A web-blog (formerly known as Stu's Views and MS News), now published by MS Views and News, a patient advocacy organization. The information on this blog helps to Empower those affected by Multiple Sclerosis globally, with education, information, news and community resources.
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Disclaimer: 'MS Views and News' DOES NOT endorse any products or services found on this blog. It is up to you to seek advice from your healthcare provider. The intent of this blog is to provide information on various medical conditions, medications, treatments, and procedures for your personal knowledge and to keep you informed of current health-related issues. It is not intended to be complete or exhaustive, nor is it a substitute for the advice of your physician. Should you or your family members have any specific medical problem, seek medical care promptly.
Thursday, December 4, 2014
TAKE MS ACTION - LIVE Webcast - December 6th with Madeleine Stowe
teamed up with TV and film actress Madeleine Stowe to launch “Lights,
Camera, Take Action on MS.” This program is aimed at providing education
and resources to people living with relapsing forms of multiple sclerosis
and their families – so they can take action to help manage the disease.
Location: Live Online Webcast
Webcast details to be emailed to registrants 5 days prior to event
December 6, 2014
to sign up for this live event. Madeleine will share her personal
connection to the disease, and you can learn about topics ranging
from managing stress and maintaining energy to the emotional impact
Go to AUBAGIO.com to learn
about the impact of AUBAGIO 14 mg on relapse rates, disability
progression and lesions on MRI scans.
AUBAGIO® (teriflunomide) is a prescription medicine used to treat
relapsing forms of multiple sclerosis (MS).
Do not take
• If you have severe liver
problems. AUBAGIO may cause serious liver problems, which can be life-threatening.
Your risk may be higher if you take other medicines
that affect your liver. Your healthcare provider should do blood tests
to check your liver within 6 months before you start AUBAGIO and
monthly for 6 months after starting AUBAGIO. Tell your healthcare
provider right away if you develop any of these symptoms of liver
problems: nausea, vomiting, stomach pain, loss of appetite, tiredness,
yellowing of your skin or whites of your eyes, or dark urine.
• If you take a medicine
• If you are pregnant or are
of childbearing potential and not using effective birth control. AUBAGIO
may harm an unborn baby. You should have a pregnancy
test before starting AUBAGIO. After stopping AUBAGIO, continue to use
effective birth control until you have made sure your blood levels of
AUBAGIO are lowered. If you become pregnant while taking AUBAGIO or
within 2 years after stopping, tell your healthcare provider right away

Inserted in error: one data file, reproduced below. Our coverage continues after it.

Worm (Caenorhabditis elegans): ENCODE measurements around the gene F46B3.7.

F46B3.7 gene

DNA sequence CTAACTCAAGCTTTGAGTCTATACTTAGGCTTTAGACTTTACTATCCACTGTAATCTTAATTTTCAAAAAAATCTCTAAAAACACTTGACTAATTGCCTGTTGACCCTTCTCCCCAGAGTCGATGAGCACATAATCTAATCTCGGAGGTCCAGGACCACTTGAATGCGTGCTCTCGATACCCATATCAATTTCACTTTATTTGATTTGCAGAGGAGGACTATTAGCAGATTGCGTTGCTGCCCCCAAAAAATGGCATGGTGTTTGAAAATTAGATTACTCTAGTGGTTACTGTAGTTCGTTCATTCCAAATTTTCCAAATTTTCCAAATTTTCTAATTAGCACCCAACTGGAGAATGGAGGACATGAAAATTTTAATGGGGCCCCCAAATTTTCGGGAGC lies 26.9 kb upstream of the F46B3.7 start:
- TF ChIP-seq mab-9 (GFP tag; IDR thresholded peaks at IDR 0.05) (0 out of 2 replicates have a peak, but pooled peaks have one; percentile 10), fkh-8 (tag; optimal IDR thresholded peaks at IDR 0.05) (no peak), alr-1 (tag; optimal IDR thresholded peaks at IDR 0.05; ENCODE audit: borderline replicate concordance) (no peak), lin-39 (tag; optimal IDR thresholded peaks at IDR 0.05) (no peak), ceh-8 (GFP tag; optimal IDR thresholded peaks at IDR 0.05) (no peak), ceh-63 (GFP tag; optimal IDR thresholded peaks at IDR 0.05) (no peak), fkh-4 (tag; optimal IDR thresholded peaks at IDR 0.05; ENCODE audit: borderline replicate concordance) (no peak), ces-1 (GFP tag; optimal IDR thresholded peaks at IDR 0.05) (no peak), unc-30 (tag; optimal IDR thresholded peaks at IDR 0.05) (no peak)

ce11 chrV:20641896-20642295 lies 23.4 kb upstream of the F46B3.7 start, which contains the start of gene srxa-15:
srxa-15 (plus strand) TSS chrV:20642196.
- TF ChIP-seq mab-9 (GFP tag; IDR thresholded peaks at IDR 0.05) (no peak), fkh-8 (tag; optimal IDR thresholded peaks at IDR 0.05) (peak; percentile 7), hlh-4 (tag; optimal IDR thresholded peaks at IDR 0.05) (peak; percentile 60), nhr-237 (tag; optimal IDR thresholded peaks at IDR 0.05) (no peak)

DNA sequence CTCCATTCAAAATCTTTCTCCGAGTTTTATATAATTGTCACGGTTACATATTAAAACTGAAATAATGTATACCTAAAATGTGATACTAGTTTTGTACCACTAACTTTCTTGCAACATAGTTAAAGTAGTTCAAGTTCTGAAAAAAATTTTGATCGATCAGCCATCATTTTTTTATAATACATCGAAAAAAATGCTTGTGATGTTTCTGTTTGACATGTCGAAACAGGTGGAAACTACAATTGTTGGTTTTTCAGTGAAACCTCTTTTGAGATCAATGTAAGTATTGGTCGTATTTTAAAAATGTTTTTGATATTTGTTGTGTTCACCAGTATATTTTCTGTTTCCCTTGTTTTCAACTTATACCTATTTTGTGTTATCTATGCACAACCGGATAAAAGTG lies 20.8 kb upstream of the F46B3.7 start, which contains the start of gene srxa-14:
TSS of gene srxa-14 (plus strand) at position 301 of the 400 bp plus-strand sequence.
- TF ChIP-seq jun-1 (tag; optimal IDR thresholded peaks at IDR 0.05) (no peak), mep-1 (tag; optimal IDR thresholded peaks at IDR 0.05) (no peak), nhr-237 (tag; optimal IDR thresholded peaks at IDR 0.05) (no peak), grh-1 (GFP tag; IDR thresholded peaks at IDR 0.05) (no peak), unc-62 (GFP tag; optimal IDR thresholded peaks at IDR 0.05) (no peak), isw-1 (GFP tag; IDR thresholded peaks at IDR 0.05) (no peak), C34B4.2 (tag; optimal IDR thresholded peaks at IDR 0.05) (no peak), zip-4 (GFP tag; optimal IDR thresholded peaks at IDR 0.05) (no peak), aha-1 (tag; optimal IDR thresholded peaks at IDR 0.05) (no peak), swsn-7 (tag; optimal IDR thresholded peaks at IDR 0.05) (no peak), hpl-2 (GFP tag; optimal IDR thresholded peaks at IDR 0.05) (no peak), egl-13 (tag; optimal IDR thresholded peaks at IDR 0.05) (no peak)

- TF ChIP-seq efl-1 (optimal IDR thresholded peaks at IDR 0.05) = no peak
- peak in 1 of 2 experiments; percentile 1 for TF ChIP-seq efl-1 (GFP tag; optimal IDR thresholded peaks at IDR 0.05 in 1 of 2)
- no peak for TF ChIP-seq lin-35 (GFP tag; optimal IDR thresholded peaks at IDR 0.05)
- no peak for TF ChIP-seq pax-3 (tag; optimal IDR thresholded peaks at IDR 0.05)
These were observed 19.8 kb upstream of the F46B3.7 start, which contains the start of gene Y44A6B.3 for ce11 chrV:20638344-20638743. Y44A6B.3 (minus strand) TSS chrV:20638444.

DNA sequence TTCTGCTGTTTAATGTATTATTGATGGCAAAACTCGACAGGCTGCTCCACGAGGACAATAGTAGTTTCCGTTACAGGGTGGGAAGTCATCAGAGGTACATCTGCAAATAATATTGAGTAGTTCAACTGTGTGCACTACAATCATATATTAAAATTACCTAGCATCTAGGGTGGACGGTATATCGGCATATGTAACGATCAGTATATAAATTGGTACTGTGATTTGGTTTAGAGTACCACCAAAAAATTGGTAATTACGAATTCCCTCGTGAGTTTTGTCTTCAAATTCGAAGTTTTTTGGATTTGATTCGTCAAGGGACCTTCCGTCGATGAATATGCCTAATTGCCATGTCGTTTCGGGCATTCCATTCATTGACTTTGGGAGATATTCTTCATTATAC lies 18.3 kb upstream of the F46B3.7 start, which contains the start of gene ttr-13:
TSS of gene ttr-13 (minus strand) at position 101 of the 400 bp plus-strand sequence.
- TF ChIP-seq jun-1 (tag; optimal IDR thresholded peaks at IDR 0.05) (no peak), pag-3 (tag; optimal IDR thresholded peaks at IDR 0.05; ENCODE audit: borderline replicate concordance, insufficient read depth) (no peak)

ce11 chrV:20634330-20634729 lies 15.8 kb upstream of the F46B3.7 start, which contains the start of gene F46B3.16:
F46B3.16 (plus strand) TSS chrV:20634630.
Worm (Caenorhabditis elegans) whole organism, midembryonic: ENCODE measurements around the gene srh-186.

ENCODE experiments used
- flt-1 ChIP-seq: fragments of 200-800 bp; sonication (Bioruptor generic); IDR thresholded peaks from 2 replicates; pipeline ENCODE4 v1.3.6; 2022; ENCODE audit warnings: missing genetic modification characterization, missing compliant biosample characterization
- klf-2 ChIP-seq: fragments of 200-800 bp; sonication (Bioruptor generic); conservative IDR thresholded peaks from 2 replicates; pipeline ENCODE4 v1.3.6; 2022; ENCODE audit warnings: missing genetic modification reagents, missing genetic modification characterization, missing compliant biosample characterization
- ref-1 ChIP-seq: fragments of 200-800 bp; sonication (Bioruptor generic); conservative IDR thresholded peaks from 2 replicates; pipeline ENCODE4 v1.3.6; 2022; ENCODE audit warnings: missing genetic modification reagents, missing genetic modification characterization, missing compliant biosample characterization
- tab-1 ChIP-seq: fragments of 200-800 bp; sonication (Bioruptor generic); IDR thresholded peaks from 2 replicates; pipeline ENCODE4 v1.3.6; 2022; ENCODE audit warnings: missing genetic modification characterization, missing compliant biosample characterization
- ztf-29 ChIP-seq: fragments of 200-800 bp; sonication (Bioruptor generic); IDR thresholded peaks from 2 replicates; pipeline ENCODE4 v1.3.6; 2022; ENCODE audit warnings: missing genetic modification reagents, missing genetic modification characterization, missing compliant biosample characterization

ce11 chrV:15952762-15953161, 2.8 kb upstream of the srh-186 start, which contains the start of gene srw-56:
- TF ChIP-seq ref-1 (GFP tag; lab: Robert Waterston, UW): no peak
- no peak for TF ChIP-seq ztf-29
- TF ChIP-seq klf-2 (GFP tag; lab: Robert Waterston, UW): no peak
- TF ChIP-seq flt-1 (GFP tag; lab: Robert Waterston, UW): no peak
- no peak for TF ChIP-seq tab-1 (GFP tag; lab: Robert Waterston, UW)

and enroll in the AUBAGIO Pregnancy Registry at 1-800-745- 4447, option
It is not known
if AUBAGIO passes into breast milk. Your healthcare provider can help you
decide if you should take AUBAGIO or breastfeed – you should not do both
at the same time.
If you are a man
whose partner plans to become pregnant, you should stop taking AUBAGIO and talk
with your healthcare provider about reducing the levels of AUBAGIO in
your blood. If your partner does not plan to become pregnant, use
effective birth control while taking AUBAGIO.
AUBAGIO may stay
in your blood for up to 2 years after you stop taking it. Your healthcare provider can prescribe
a medicine that can remove AUBAGIO from your body quickly.
AUBAGIO, talk with your healthcare provider if you have: liver or kidney problems; a fever or
infection, or if you are unable to fight infections; numbness or tingling
in your hands or feet that is different from your MS symptoms; diabetes;
serious skin problems when taking other medicines; breathing problems; or
high blood pressure. Your healthcare provider will check your white blood
cell count and TB test before you start AUBAGIO. Talk with your
healthcare provider if you take or are planning to take other medicines
(especially medicines for treating cancer or controlling your immune
system), vaccines, vitamins or herbal supplements.
cause serious side effects, including: reduced white blood cell count – this
may cause you to have more infections; numbness or tingling in your hands
or feet that is different from your MS symptoms; kidney problems; high
potassium levels in your blood; serious skin problems; breathing problems
(new or worsening); and high blood pressure.
The most common
side effects when taking AUBAGIO include: abnormal liver test results; hair
thinning or loss; diarrhea; flu; upset stomach; and burning or prickling
feeling in your skin. These are not all the side effects of AUBAGIO. Tell
your healthcare provider about any side effect that bothers you.
healthcare provider if you have questions about your health or any
medications you may be taking, including AUBAGIO.
encouraged to report side effects of prescription drugs to the FDA.